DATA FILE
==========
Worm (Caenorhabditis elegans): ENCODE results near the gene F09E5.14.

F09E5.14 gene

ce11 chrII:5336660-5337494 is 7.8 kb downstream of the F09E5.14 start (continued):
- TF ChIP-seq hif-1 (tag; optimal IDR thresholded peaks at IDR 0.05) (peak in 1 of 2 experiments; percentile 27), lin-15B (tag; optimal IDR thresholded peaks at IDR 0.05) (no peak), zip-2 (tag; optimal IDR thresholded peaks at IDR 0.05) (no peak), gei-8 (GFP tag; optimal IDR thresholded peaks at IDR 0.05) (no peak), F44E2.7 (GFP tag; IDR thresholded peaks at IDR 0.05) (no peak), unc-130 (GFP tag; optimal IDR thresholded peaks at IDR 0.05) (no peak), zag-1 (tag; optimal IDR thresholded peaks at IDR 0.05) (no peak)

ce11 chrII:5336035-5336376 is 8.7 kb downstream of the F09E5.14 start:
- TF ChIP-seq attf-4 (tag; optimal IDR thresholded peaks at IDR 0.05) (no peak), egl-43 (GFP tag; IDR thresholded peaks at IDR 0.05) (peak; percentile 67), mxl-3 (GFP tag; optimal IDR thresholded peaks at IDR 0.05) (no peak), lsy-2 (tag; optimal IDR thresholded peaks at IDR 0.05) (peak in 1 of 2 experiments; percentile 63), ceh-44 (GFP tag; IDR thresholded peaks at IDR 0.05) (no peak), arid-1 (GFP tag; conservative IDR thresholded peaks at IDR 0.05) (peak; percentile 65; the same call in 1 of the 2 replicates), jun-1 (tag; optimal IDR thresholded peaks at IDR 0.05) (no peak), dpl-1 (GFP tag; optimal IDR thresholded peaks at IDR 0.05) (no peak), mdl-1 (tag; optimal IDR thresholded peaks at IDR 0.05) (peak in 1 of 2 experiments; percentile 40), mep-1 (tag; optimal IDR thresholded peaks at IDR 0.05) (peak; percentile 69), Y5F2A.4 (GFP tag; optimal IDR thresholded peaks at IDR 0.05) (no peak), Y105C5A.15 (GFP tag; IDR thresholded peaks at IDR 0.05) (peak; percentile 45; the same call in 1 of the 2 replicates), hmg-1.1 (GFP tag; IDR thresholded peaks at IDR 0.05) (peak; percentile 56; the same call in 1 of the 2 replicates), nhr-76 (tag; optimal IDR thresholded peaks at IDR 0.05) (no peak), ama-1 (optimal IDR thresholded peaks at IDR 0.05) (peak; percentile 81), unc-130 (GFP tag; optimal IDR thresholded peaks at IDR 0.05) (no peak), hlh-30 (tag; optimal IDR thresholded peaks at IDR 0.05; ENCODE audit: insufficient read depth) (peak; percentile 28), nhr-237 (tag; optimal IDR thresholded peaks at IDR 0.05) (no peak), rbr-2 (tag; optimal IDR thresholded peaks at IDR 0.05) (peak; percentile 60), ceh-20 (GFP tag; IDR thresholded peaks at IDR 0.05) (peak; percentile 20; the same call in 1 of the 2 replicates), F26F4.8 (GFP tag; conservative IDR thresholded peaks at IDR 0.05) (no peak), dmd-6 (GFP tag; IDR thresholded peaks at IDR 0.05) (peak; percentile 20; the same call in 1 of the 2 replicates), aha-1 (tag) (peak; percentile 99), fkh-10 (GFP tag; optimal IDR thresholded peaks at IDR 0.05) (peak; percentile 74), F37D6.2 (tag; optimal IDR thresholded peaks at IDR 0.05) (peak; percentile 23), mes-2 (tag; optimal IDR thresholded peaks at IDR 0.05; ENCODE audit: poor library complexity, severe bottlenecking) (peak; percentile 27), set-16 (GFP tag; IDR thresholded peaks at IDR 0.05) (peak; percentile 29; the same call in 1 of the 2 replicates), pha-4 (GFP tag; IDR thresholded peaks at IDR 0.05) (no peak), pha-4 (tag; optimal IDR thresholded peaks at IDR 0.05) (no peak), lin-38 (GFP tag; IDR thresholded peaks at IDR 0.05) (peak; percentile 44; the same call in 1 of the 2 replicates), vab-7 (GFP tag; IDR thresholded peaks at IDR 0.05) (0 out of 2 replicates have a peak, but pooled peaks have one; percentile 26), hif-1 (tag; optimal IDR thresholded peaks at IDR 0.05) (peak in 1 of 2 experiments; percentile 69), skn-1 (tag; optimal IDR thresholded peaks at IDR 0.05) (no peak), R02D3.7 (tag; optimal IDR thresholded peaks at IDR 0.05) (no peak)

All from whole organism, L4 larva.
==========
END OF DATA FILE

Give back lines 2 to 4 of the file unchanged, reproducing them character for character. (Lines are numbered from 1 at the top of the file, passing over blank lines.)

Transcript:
F09E5.14 gene

ce11 chrII:5336660-5337494 is 7.8 kb downstream of the F09E5.14 start (continued):
- TF ChIP-seq hif-1 (tag; optimal IDR thresholded peaks at IDR 0.05) (peak in 1 of 2 experiments; percentile 27), lin-15B (tag; optimal IDR thresholded peaks at IDR 0.05) (no peak), zip-2 (tag; optimal IDR thresholded peaks at IDR 0.05) (no peak), gei-8 (GFP tag; optimal IDR thresholded peaks at IDR 0.05) (no peak), F44E2.7 (GFP tag; IDR thresholded peaks at IDR 0.05) (no peak), unc-130 (GFP tag; optimal IDR thresholded peaks at IDR 0.05) (no peak), zag-1 (tag; optimal IDR thresholded peaks at IDR 0.05) (no peak)